A First Response Ambulance Service official says the company remains unable to obtain a $2 million performance bond required by Decatur's new ambulance service ordinance and denies the first complaint filed under the regulations.
David Childers, First Response director of operations, presented the Ambulance Regulatory Board at its inaugural meeting Tuesday with a letter from Valent Group, a Decatur-based insurance company, that rejected his company’s latest attempt at getting the required bond.
Childers said the city recommended Valent recently after his attempts to get a performance bond from other companies were unsuccessful.
Childers said there are several reasons for the denials. The bond companies want a contract and they want to know how a bond would be cashed in, whether it would be a one-time draw or payments spread over time, he said.
Childers said the gross revenues created by his ambulance service from its operations in the city aren’t enough to justify a $2 million bond and said the city “has a problem proving a $2 million loss.”
Police Chief Nate Allen asked Childers what can be done to remedy the issue.
“We can keep searching (for a bonding),” Childers said. “And there may need to be changes to the ordinance to reflect the need for a contract and possible reduction in the bond amount.”
The new ordinance took effect Sept. 22.
Fire Chief Tony Grande, the board chairman, asked Childers to provide a copy of the Valent letter to the city’s Legal Department, which he suggested might be able to help First Response obtain the bond.
Grande said afterward that Tuesday's session was an organizational meeting so the board wasn’t ready to begin enforcing the new ordinance, which includes financial and point penalties for failing to meet required response times.
He said the ordinance began at the end of the fourth quarter of 2019, so he expects the board and the new EMS coordinator, Decatur Fire and Rescue Battalion Chief Ashley England, to begin enforcing response time requirements in the first quarter of fiscal 2020, which began Oct. 1.
“We’re already tracking response times,” Grande said.
In other business, Decatur Morgan Hospital filed the first formal complaint under the new ordinance against First Response. The family of the patient also complained to Grande.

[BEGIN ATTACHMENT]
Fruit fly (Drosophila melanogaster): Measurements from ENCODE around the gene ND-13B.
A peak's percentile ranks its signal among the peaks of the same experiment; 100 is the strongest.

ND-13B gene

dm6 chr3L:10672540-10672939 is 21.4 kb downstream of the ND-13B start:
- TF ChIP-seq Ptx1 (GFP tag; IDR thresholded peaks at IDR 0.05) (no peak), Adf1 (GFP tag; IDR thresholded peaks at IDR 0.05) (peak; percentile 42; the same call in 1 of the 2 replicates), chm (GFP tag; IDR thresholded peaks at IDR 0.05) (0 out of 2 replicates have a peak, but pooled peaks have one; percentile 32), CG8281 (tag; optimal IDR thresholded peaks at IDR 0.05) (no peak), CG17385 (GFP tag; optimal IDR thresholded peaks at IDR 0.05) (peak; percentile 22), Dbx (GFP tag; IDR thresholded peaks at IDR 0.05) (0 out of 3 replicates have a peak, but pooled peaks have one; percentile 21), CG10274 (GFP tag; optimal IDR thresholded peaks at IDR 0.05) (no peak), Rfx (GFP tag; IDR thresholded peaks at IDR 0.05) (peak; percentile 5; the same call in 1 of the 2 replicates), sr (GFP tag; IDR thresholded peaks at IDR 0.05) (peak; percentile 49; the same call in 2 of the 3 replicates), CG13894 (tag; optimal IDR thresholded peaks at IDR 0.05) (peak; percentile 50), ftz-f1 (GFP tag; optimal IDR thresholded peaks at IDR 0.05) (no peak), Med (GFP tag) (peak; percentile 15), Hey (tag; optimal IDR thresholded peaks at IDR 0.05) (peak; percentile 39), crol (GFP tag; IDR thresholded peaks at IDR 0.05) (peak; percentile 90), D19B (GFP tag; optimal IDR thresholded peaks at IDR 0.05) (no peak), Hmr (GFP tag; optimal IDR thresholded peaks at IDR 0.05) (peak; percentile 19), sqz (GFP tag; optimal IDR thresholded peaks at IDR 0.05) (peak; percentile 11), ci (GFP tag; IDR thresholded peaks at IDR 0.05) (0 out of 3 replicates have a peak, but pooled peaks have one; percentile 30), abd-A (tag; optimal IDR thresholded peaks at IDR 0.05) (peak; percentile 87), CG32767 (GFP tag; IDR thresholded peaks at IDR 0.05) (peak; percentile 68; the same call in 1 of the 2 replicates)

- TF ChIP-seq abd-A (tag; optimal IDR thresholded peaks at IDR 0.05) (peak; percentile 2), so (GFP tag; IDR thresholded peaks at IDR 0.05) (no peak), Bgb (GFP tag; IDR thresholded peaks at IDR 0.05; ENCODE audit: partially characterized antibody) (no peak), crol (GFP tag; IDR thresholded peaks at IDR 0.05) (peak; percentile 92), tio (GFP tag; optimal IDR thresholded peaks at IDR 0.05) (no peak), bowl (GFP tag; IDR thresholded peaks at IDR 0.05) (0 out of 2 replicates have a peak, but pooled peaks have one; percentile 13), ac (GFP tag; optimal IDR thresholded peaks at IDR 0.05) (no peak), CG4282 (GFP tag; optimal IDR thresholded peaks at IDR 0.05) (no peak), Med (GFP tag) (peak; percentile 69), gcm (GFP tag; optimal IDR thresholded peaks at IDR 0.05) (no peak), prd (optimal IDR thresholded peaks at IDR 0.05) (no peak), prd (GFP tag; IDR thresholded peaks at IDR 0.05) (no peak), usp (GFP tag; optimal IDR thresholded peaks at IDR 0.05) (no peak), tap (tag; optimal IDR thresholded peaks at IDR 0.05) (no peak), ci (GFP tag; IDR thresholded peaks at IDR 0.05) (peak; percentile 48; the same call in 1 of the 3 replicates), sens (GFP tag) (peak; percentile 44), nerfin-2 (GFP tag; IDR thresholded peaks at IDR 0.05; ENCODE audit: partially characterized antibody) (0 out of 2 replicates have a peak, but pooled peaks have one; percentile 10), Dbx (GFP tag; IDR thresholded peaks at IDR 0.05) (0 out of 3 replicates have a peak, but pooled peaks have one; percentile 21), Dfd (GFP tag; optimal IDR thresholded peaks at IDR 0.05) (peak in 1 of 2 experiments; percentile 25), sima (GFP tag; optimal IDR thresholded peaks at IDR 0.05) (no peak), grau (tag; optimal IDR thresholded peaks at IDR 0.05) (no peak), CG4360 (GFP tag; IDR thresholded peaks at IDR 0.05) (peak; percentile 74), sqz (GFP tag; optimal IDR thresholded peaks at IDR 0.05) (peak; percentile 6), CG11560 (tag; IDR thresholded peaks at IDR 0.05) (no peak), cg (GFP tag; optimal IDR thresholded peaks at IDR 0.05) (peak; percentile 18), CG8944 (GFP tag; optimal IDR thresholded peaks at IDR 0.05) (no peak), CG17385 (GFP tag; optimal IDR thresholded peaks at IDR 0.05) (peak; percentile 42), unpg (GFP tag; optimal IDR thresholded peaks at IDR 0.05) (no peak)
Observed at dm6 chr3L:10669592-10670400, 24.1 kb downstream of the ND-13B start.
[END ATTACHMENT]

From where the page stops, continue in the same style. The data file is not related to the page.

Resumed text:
The complaint read by England focused on a 7 p.m. Sept. 24 incident in which First Response took more than two hours to pick up a patient on a non-emergency call.
Huntsville Hospital’s beds were full so the patient, who had a neuro-emergency issue, needed to be transferred to UAB Hospital. UAB already had a room and a doctor waiting to tend to the patient.
England said the complaint, which could mean a 2-point penalty under the new ordinance, says First Response twice went to the hospital and left. England said that until he was called to intercede and First Response officials got involved, the patient was not picked up by the ambulance company.
Childers said the hospital had not filled out the necessary paperwork properly so his company could get reimbursed by Medicare for the non-emergency transport.
“If it’s an emergency call, we’ll take the call even if we have to take a loss,” Childers said. “But we’re not willing to change paperwork and be involved in what could be fraud.”
The new ordinance allows the ambulance service to turn down non-emergency calls.
Grande said there appears to have been a conflict between a doctor and a paramedic on deciding whether the patient needed to be transported.
“A paramedic should never overrule a doctor,” Grande said.
Childers said the paperwork must be accurate on non-emergency calls or his company can get in trouble with the state.
Childers said he doesn’t want his employees making decisions on whether to provide a transfer. He suggested the hospital needs to employ an administrator who makes sure its paperwork is filled out properly.
Grande suggested Childers place someone at the hospital who oversees the paperwork.
Councilman Charles Kirby attended the meeting, and he said afterward it was ridiculous to suggest First Response place someone at the hospital.
“They should tell the family the hospital screwed up,” Kirby said. “But they want to get on the company that didn’t cause the problem. It’s the hospital’s job to get the paperwork right.”
Childers told the ARB that he met with hospital officials and plans to continue meeting with them in an attempt to solve the paperwork issue.
Grande said afterward he may discuss the complaint again at next month’s meeting if there’s not a resolution between the two parties.